Woman's Shift Dress by Ungaro

IMG_3219.jpeg
IMG_3217.jpeg
IMG_3218.jpeg
Ungaro four.jpeg

Subject

Clothing and Dress

Title

Woman's Shift Dress by Ungaro

Date

ca. 1970

Format

Labeled size 12 with a 33” bust, 34” waist, and a 40” hip. The dress is 35.5” from the neckline to hem. (83.8 cm; 86.36 cm; 101.6 cm; 90.17 cm)

Description

This sleeveless, shift-style dress was made in Italy of brown wool gabardine by Emanuel Ungaro (1933-2019), probably within the first few years of Ungaro Paralléle, the label Ungaro launched in 1968 after establishing his company in 1965.

The garment was donated to the university in 1987 by Isabelle Weinstein, described in her obituary as “a lifelong resident of Providence [RI]”. Ms. Weinstein was born in 1921 and would have been in her late 40’s if she purchased and wore this dress. Her daughter, Jacalyn Brookner (1945-2015), a graduate of Wellesley College and noted artist, environmentalist, and educator, would be a candidate for the original owner of this dress. An article in the Providence Journal wrote that at the beginning of Bob Dylan’s career he accepted Jacalyn’s invitation to their home, where he visited the family and played the piano. The short hemline, casual design and shift-style, popular in the 1960s and early 1970s, would be a more fashionable outfit for a woman in her mid 20s than one almost 50 years of age.

The dress buttons up the front using seven large brown and white buttons with bound buttonholes. The 2-inch wide leather belt sits at the natural waist. There is a patch pocket on each hip and another over the proper right bust, each with a flap folded to the outside and secured by a button. The dress is fully lined. A brand tag with “emanuel ungaro / paralléle - paris” is stitched to the back of the neck with a size 12 tag sewn underneath. A “Made in Italy” tag is sewn along the proper right side seam.

Ungaro’s father was a tailor, originally Italian, who had moved his family to France prior to his son’s birth because of fascist uprisings. Ungaro was quoted in the Boston Globe (1965) as saying, “My father is like a god to me. He taught me to respect line and quality, and to take pains with every stitch.”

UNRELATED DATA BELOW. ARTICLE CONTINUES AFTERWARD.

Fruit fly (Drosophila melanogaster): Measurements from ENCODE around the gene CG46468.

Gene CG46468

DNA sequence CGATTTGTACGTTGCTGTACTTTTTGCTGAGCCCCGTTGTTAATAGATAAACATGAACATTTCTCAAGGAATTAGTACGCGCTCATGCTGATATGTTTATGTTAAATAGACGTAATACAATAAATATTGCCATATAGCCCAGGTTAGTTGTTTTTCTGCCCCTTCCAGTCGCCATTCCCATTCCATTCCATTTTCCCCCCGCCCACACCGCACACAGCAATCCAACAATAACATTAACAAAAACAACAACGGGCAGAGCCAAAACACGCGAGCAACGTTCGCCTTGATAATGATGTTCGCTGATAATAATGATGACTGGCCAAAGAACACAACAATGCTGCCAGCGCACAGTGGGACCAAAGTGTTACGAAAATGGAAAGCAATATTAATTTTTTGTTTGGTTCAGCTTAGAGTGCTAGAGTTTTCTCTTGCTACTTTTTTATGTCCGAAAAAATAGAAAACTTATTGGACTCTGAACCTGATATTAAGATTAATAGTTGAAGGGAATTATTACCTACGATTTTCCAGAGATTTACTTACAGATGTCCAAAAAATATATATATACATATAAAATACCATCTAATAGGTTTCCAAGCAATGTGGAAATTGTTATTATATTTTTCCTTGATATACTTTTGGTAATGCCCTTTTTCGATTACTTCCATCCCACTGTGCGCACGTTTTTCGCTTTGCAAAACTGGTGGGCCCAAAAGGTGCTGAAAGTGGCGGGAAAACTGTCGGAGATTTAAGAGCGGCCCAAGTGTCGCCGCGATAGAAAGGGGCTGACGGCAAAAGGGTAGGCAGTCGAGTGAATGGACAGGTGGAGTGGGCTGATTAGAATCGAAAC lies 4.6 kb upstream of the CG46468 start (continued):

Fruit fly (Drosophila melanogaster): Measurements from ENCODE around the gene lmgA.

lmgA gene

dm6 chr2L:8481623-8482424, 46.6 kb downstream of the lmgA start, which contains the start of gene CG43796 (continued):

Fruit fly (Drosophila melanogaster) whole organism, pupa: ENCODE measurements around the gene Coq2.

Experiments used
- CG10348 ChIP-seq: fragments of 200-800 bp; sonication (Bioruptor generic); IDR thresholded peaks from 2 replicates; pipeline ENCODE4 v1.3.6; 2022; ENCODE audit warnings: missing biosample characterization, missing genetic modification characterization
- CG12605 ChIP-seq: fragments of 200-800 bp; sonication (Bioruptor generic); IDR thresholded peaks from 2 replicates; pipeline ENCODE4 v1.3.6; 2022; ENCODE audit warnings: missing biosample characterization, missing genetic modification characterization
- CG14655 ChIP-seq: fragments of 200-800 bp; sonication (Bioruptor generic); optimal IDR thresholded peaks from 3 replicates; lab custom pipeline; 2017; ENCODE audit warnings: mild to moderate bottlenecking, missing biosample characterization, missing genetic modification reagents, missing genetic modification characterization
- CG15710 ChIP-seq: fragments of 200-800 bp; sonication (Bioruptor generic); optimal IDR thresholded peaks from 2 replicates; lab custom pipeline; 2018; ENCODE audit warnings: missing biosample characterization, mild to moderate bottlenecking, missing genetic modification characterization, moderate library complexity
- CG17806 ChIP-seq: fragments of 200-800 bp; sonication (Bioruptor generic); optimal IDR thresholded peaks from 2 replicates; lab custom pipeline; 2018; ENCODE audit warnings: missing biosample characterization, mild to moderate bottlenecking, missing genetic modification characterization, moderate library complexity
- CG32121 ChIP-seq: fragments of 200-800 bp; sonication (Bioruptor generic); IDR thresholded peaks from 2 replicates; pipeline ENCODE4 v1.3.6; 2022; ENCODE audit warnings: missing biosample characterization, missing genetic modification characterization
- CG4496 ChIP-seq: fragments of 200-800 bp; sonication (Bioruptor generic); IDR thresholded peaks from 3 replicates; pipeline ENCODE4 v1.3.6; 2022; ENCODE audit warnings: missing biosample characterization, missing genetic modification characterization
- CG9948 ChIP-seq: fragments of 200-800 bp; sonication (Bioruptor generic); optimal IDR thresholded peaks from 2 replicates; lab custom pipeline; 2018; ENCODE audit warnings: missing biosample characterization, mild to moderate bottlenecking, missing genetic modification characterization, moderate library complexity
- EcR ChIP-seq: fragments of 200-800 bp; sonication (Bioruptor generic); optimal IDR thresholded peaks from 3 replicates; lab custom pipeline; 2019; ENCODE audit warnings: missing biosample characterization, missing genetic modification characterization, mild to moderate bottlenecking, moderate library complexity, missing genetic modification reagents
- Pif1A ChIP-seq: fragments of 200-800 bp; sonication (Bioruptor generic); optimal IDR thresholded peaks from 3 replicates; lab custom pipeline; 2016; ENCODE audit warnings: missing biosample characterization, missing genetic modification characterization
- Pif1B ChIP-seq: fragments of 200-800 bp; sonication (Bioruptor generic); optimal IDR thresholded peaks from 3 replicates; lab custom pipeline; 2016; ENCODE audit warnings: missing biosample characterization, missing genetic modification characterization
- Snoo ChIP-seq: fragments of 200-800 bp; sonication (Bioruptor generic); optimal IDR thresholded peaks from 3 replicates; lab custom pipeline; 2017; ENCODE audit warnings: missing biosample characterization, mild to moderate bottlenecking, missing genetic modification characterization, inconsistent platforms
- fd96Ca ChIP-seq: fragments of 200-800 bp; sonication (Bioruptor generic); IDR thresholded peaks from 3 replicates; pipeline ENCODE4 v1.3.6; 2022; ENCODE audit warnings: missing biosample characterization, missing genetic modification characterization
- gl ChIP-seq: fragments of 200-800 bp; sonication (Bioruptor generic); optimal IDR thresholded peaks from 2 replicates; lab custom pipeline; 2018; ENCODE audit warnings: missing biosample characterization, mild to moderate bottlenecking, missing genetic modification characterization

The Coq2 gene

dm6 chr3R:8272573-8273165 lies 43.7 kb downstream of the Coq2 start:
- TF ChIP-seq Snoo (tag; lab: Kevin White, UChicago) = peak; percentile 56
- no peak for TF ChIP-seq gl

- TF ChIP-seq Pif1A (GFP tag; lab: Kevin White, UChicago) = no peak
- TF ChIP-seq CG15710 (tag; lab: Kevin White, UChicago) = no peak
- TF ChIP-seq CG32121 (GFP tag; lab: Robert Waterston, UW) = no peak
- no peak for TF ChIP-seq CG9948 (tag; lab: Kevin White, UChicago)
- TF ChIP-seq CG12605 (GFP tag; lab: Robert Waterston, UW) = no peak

After working for three years in his father’s tailoring business, determined to make a career in fashion, he left his hometown for Paris when he was 21 or 22. There he worked in the tailoring industry. In 1958 Ungaro became employed at Cristóbal Balenciaga’s (1895-1972) fashion house, where he spent six years absorbing Balenciaga’s ideas about line, color, and how to drape fabric on the body. In 1964 he moved to the house of André Courrèges (1923-2016), who had also once worked for Balenciaga and recently produced his revolutionary “Space Age” collection. Ungaro established his own business in 1965 and by 1972 was established as a designer of significance. His clients included Jacqueline Kennedy Onassis and Catherine Deneuve.

According to Ungaro's obituary in The Guardian, he launched his ready-to-wear line, Ungaro Parallele, in 1968 to guarantee a steady stream of revenue to help finance his couture enterprise. This dress's label dates to this time, with his name spelled out in the upper line and the words paralléle - paris underneath. None of the label's words have capital letters. The horizontal label is simple, reflecting the simple lines of the dresses that form the Paralléle line.

Ungaro became known for his use of patterns and colors, combining geometrics with florals on bright silks. The business remained successful through the 1970s and 1980s, expanding into the men's clothing market as well as producing perfumes for both men and women. The following decade, however, saw a decline in his business fortunes and in 1996, Ungaro sold a majority interest of the company to Salvatore Ferragamo. He retired in 2005.

References

Genzlinger, Neil. Emanuel Ungaro Obituary, New York Times, December 23, 2019. 

Gunther-Rosenberg, A. (2003, October 11). House of the week - Providence contemporary stands out from the crowd. Providence Journal (RI), pp. E-04. Available from newsbank: access world news – historical and current: https://infoweb-newsbank-com.Uri.Idm.Oclc.Org/apps/news/document-view?P=worldnews&docref=news/1524D43777573C80.

Horwell, Veronica. Emanual Ungaro Obituary, The Guardian, December 25, 2019. 

Isabelle Weinstein, Obituary (2009) - Providence, RI - the Providence Journal. (2009, december 12). Retrieved March, 2021, from https://www.Legacy.Com/obituaries/providence/obituary.Aspx?N=isabelle-weinstein-weinstein&pid=137196564

Maison Emanuel Ungaro. (2019, February 25). Retrieved March, 2021, from http://www.Ungaro.Com/maison/

Ungaro, Emanuel. (2010, July 22). Retrieved March, 2021, from https://vintagefashionguild.Org/label-resource/ungaro-emanuel/

Yaeger, L. (2019, December 23). From the archives: A Celebration of Emanuel Ungaro's Work In Vogue. Retrieved March, 2021, from https://www.Vogue.Com/article/emanuel-ungaro-tribute-french-fashion-designer

Source

Donor: Isabelle Weinstein

Identifier

URI 1987.10.03

Contributor

Eli Bejin
Susan J. Jerome, M.S. '06

Creator

Emanuel Ungaro
Ungaro Parallele label

Citation

Emanuel Ungaro Ungaro Parallele label, “Woman's Shift Dress by Ungaro,” Historic Textile and Costume Collection, accessed July 3, 2022, https://uritextilecollection.omeka.net/items/show/482.

Social Bookmarking